There are two ways of dimming the light – a variable trigger that’s used to gradually increase the intensity when it’s squeezed, or there’s the option to squeeze the trigger all the way in and leave the light permanently on. In its ‘always on’ mode, the power output is adjusted using the yellow scroll dial at the rear. Depressing the trigger fully to switch between the two dimming modes wasn’t obvious straight out of the box and it’s something I discovered by reading the manual. In use, it’s useful having the option to leave the light permanently switched on, especially when it’s positioned at distance from the camera and you don’t have an assistant to help.
Design and handling
The design of the GL-1’s trigger control and large battery pack isn’t unlike that of a power drill. The handgrip is rubberised, which gives it a pleasing feel in your hand, and your index finger rests comfortably on the yellow trigger. It does feel rather heavy (1.7kg) with its large removable battery located beneath, but this does allow it to stand upright when not in use. On the underside there’s a 1/4in-20 thread for mounting it to a tripod and its small on/off switch springs the light, and its audible cooling fan, into life instantaneously.
Despite reports from other users of the battery pack falling out, no such problems were encountered with our review sample and the battery pack offered a reassuring click each time it was loaded after it was charged. If you’d prefer to charge the battery while it’s inserted, you can use the mains power supply supplied, which also features a light to tell you when it’s fully charged. It must be said that the build quality is rather plasticky in places, but despite this it proved robust enough to survive heavy-duty use during our tests.
What’s it like to use?
The Lowel GL-1 Power LED produces different results to those you’ll create using the Ice Light 2 or Pixelstick. For starters, the light it emits is more intense due to the fact it isn’t diffused as much. The colour temperature of the light is a constant 3200K, but again this differs to the Ice Light 2, which produces a cooler and more neutral feel to its images. The warm tungsten light the GL-1 produces might not be to everyone’s taste, but of course there is the option of adjusting the colour temperature at a later stage in post processing, or you could look to buy the Tiffen 80B daylight correction filter that screws into the 82mm filter thread at the front of the Fresnel head, but this does come with additional expense ($219). Lowel makes other accessories for the GL-1, too, including two-way barndoors ($40) that attach to the front lens ring as well as a screw-in rubber shade that’s designed to prevent light spills into a camera’s lens when it’s being used to paint subjects with light at night.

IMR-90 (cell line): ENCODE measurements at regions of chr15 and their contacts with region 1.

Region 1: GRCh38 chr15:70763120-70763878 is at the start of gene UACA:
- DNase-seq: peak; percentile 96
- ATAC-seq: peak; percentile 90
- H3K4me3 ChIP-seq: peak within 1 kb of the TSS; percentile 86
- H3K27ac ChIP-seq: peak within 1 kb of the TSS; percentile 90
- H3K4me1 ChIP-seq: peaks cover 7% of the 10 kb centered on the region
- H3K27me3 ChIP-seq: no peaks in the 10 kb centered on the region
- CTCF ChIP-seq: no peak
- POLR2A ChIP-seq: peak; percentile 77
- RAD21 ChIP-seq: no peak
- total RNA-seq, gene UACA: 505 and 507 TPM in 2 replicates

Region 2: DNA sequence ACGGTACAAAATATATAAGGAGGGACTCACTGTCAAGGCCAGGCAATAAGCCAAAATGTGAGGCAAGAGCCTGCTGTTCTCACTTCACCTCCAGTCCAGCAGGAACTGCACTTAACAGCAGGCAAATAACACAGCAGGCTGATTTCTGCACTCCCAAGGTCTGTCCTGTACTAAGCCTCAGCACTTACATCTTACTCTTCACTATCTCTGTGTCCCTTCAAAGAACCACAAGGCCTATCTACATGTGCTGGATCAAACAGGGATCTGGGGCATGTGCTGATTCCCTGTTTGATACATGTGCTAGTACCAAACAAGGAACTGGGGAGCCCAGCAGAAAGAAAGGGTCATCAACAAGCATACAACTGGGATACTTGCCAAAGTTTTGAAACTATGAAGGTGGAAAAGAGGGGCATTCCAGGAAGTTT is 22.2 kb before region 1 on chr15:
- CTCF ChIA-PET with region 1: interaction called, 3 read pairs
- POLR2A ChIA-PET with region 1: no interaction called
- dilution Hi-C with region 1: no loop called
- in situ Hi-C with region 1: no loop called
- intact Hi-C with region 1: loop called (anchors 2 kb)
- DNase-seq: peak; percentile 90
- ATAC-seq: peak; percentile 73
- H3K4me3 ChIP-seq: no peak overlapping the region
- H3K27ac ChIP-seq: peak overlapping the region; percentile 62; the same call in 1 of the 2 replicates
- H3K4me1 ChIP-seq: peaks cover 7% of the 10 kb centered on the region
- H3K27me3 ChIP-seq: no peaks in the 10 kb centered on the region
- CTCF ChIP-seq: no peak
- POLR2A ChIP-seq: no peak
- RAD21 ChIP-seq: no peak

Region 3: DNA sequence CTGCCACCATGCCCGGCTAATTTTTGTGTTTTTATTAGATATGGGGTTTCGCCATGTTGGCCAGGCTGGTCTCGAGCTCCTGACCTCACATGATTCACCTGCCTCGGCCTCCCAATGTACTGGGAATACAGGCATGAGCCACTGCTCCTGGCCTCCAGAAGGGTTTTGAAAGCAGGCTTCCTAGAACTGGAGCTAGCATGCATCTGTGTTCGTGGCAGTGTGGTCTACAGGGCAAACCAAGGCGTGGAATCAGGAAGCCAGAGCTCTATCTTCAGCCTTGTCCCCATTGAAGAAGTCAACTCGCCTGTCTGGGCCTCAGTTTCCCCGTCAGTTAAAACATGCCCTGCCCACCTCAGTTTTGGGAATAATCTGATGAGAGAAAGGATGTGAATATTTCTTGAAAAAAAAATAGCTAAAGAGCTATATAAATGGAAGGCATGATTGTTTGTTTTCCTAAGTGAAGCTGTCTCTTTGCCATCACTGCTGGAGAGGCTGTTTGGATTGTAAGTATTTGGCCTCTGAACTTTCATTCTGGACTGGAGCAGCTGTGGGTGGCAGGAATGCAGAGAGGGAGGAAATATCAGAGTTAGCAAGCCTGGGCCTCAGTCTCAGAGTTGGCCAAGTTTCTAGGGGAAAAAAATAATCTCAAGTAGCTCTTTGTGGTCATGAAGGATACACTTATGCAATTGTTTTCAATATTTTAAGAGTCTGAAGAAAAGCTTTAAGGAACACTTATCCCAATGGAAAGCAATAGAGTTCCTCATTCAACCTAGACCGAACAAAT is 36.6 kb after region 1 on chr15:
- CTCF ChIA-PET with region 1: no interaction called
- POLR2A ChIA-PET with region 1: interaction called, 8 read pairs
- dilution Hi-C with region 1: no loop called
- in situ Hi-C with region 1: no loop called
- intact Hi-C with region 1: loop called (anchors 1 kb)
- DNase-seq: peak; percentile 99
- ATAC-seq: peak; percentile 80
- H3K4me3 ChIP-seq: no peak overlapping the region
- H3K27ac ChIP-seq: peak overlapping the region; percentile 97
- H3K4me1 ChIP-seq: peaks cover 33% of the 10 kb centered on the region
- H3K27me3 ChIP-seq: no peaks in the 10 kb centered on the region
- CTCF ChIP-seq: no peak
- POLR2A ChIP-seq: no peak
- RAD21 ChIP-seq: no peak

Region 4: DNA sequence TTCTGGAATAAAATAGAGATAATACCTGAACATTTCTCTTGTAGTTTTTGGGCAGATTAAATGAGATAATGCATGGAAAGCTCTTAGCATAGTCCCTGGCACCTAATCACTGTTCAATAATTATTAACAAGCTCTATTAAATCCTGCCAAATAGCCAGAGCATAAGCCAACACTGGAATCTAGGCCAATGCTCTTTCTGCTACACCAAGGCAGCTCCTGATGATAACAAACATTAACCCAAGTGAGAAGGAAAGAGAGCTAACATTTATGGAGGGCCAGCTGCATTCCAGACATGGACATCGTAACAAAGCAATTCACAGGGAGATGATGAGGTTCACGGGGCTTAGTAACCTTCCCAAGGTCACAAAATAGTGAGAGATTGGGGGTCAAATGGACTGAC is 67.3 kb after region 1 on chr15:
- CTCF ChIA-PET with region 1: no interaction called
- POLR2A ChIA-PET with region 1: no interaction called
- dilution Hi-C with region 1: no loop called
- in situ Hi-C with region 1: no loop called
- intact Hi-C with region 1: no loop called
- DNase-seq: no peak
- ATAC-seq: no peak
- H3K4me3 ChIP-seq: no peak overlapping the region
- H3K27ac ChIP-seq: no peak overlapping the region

As light sources for painting subjects at night go, the Lowel GL-1 is capable and very powerful. The battery lasts for more than an hour set to full power, but the head and handle do get quite warm over
prolonged spells of use. The cooling can also be heard most of the time, but isn’t too distracting. In use, it’s a simple yet effective light source. Although it won’t be a replacement for a Speedlight, for arty shots in low light, or even for a hint of warm fill in overcast or dull daylight, it’s a useful tool to have at your disposal. The only thing that’s lacking is the option to take control of the power output and dimming control from afar. Other light sources get around this by issuing a remote control or featuring Wi-Fi or Bluetooth connectivity.
Although the three lights we’ve looked at are all very different, the one thing they have in common is that they’re not cheap and require you to delve deep in your pocket. The most affordable of the three is the one that’s the most fun to use. Although the Pixelstick might not be the best option for painting a subject with light, the results that can be achieved from swirling it through the frame and using it to create eye-catching backdrops are mesmerising. The fact each LED is spaced apart by 5mm and the file or image it displays is only 200px wide means the painted result is far from high resolution, but we shouldn’t grumble too much as at present there’s nothing else quite like it on the market. If you’re in need of a portable and powerful light that’s capable of illuminating large subjects at night, the Lowel GL-1 Power LED is worth a look. It does feel rather expensive for what it is, but it could just be what some photographers are calling out for when flash or a mains-powered light isn’t a viable option. A remote control or Wi-Fi would be the icing on the cake.
As for the Westcott Ice Light 2, it’s a continuous light that diffuses its light beautifully and works well for light painting. The all-metal barn doors aren’t essential, but they’re certainly worth having if you know you’d like to take precise control of the spill of light. There are many third-party devices available for less, the Gloxy Power Blade (£130) being one example, and while these can create a similar type of effect to the Ice Light 2, they’re not all as easy to control and don’t offer as many advanced features. Personally, if I had to choose to buy one of these three light sources, I’d save up and spend my money on the Ice Light 2. It’s versatile, highly portable and it gives you reason to get out there in the dark to create unique shots of subjects you may have only photographed in daylight before.